13. Means as defined in claim 12, together with unit cost applying means to produce a second output value which is proportional to unit costs of the heat units of said incremental rate output value, comprising a variable ratio unit having input value elements and output unit cost value elements, and including means to produce output unit cost values proportional to the input values, and means to vary the ratio of the proportion produced by said variable ratio unit, together with operative connections between the output value elements of the means which produces a selected ratio above dened and the input value elements of the unit cost applying means.
14. Means as defined in claim 12, wherein the means to give an indication of said incremental heat rate is electrical, and wherein the indication of incremental heat rate at present net power output under said predetermined operating `conditions comprises a potential of which the value is proportional to the value of said incremental heat rate.
15. Means as defined in claim 14, wherein the ratio applying means is electrical and is provided with electrical input value terminals and with electrical output value terminals, and wherein the means to produce a selected ratio between the input value and the output value comprises 22 means to vary the voltage ratio between the input value terminals and the output value terminals.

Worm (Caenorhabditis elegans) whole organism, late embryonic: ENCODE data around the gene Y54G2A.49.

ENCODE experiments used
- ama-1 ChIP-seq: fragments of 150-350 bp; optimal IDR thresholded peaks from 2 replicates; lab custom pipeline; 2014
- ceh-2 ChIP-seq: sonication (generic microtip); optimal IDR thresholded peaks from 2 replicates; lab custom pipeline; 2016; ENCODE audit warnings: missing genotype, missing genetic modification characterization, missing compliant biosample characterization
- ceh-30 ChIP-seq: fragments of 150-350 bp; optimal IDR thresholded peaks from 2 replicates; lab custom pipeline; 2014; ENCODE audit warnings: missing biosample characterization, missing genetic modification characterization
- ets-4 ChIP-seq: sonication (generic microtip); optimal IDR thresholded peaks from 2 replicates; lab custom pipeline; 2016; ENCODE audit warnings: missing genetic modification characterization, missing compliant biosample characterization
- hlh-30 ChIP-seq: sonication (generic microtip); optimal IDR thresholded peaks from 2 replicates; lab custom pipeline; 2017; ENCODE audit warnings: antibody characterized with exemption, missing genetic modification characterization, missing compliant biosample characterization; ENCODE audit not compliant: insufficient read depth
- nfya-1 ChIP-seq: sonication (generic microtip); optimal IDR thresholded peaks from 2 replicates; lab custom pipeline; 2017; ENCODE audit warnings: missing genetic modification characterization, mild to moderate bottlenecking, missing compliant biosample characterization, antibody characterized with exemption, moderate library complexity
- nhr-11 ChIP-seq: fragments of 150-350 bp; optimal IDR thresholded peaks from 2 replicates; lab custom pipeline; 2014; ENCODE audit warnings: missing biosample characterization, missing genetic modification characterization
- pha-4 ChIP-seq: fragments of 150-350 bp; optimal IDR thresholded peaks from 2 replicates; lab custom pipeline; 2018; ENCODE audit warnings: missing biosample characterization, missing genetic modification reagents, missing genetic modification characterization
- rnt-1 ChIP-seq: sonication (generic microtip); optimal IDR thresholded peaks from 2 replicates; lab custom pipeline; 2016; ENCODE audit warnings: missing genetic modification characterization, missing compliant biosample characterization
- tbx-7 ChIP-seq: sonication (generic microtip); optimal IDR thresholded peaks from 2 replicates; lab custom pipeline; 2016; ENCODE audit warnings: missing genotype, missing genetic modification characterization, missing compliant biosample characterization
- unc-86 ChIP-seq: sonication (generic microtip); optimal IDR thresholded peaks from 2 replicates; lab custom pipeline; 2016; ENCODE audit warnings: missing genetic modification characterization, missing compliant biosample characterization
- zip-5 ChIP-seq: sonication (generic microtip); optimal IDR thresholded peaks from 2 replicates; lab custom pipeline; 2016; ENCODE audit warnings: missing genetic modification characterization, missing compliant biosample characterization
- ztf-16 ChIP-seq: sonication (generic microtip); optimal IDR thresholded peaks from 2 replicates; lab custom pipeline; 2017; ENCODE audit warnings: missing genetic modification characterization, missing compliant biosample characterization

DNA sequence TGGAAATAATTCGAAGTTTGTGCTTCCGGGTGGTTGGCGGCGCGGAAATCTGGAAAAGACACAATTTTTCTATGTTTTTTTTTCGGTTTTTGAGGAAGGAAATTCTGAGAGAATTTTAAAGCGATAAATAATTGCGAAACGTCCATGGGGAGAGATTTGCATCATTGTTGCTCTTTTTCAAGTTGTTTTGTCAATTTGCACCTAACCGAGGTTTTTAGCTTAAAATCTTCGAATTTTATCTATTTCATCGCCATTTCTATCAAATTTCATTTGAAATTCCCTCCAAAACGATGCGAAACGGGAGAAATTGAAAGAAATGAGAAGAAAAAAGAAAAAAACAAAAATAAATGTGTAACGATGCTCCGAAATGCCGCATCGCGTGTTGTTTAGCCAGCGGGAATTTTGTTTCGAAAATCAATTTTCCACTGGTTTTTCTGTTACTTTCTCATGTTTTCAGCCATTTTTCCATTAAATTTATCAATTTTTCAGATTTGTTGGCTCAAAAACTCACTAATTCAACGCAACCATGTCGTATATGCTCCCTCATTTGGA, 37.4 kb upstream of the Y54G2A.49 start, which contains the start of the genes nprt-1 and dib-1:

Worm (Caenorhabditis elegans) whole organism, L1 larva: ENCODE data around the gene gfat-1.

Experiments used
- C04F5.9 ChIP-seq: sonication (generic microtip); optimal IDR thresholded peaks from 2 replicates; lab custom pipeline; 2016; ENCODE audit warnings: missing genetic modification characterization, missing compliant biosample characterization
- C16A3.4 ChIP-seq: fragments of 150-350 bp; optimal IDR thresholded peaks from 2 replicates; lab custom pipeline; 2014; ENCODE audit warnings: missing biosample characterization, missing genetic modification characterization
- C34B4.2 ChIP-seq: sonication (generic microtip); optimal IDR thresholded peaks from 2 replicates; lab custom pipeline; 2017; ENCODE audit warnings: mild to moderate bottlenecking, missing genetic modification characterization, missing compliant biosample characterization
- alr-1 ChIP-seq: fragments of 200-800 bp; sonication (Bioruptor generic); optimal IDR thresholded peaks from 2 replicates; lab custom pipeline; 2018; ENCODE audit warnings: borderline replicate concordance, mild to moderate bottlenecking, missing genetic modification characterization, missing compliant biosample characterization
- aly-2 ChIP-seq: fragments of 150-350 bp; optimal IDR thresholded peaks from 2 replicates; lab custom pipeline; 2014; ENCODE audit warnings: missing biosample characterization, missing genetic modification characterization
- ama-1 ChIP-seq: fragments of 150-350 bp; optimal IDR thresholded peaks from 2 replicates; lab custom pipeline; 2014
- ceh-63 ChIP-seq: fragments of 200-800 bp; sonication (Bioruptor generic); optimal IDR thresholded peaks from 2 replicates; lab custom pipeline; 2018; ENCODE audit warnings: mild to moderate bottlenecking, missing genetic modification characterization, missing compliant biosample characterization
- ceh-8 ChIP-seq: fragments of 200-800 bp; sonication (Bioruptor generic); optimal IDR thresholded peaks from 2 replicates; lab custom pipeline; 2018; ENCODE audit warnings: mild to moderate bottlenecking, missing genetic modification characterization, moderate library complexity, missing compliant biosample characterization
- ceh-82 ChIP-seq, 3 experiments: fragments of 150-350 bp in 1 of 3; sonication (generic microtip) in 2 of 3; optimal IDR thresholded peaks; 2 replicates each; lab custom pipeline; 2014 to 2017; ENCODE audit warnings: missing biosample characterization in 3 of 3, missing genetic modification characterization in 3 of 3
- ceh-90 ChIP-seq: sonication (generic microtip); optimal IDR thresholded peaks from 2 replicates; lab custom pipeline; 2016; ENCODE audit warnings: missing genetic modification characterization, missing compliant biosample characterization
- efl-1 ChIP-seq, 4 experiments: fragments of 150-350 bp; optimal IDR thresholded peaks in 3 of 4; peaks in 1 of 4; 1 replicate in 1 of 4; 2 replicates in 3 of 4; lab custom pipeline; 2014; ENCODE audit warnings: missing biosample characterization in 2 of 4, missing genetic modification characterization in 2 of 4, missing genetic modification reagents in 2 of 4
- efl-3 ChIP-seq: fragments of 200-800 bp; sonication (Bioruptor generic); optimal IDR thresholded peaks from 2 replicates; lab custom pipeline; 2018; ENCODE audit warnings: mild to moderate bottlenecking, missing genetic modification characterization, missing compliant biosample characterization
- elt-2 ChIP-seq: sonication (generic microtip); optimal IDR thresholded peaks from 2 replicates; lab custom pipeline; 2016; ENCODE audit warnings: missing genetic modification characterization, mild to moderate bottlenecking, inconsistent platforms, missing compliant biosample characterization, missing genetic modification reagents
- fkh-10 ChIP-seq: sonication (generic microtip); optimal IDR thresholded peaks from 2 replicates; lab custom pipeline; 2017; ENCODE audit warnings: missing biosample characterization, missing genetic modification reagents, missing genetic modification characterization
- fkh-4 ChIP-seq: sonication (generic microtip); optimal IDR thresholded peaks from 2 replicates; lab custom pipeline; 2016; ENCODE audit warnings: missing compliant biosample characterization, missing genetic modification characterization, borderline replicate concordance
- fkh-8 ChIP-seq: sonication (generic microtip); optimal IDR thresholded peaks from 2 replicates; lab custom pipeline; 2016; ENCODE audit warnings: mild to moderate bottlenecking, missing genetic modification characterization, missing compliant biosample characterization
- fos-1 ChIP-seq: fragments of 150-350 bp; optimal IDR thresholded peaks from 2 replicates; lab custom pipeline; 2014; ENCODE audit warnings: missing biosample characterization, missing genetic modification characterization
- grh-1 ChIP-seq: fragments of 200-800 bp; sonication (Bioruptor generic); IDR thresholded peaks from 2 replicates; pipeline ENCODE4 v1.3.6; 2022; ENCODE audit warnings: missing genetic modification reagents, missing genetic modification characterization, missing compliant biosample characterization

16. Means as dened in claim 15, together with unit cost applying means to produce a second output value which is proportional to unit costs of the heat units of said incremental rate output value, comprising a variable ratio unit having input value elements and output unit cost value elements, and including means to produce output unit cost values proportional to the input values, and means to vary the ratio of the proportion produced by said variable ratio unit, together with operative connections between the output value elements of the means which produces a selected ratio above dened and the input value elements of the unit cost applying means.